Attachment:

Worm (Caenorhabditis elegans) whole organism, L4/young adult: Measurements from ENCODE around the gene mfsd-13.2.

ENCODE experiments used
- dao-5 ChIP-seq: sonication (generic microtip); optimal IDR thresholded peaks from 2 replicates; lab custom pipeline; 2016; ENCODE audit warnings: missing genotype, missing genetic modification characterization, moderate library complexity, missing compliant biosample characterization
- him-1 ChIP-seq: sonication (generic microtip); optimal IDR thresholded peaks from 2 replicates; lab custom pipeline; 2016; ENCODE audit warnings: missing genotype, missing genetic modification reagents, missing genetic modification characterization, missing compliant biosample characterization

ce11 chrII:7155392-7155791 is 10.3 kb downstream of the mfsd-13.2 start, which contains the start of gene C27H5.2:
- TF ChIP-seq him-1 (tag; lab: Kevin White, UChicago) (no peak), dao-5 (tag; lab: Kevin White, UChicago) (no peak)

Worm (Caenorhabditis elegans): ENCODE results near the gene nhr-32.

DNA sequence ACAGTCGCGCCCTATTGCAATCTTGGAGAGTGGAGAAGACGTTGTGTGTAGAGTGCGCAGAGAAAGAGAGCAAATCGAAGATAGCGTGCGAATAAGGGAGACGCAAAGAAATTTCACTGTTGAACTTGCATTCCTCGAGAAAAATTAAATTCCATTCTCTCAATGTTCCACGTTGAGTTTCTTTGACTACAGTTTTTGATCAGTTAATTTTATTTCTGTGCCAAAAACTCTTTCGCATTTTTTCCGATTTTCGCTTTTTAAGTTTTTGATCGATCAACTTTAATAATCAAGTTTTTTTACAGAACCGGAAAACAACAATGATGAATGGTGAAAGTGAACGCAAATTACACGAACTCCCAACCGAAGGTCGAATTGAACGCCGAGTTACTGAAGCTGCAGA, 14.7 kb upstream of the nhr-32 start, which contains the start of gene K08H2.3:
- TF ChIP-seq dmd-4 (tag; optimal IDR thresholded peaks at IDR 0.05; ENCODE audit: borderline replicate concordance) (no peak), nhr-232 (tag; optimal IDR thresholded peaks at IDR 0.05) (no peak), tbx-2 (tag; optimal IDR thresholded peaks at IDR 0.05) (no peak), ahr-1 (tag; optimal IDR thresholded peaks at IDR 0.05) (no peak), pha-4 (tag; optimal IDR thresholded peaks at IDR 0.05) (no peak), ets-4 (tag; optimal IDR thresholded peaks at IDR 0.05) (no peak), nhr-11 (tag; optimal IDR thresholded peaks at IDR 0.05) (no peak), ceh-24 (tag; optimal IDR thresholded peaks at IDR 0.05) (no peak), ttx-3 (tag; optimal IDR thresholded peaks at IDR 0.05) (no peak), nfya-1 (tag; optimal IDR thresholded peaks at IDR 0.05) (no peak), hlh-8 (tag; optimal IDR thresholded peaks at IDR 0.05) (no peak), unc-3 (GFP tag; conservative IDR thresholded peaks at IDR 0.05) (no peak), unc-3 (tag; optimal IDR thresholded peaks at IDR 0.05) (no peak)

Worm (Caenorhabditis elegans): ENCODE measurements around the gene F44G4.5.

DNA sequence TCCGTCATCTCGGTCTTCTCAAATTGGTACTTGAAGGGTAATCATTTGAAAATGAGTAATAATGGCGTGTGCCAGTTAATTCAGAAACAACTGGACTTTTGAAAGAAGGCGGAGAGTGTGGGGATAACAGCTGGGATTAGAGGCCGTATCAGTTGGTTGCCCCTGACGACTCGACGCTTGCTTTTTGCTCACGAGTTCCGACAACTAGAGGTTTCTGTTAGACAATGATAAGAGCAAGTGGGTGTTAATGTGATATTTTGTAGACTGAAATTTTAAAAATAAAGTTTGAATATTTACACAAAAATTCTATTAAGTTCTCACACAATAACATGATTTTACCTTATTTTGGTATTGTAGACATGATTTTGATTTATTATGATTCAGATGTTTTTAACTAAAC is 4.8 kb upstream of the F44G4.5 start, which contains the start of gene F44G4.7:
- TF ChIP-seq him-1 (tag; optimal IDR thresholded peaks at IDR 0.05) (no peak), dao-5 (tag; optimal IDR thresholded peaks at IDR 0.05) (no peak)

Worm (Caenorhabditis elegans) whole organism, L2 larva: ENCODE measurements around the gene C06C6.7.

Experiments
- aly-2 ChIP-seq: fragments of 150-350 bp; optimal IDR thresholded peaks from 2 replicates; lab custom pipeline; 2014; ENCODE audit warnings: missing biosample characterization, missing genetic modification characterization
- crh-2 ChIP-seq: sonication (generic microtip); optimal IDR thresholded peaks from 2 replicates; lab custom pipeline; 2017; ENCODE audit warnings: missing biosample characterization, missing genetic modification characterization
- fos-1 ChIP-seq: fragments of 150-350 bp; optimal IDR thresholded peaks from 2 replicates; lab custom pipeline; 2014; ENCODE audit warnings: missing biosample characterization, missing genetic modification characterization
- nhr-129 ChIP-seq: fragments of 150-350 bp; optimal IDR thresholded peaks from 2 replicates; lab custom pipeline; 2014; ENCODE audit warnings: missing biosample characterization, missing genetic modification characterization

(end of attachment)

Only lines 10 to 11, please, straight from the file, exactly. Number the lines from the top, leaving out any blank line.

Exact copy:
Worm (Caenorhabditis elegans): ENCODE measurements around the gene F44G4.5.

DNA sequence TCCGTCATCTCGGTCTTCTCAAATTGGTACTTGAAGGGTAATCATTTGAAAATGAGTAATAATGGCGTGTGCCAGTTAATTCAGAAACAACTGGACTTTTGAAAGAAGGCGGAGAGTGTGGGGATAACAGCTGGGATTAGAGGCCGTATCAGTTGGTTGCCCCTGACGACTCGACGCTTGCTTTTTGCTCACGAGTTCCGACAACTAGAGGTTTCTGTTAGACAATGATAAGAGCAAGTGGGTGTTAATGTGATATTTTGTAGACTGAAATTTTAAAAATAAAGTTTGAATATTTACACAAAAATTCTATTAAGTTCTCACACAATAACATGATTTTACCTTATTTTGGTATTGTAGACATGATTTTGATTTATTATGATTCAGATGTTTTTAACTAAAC is 4.8 kb upstream of the F44G4.5 start, which contains the start of gene F44G4.7: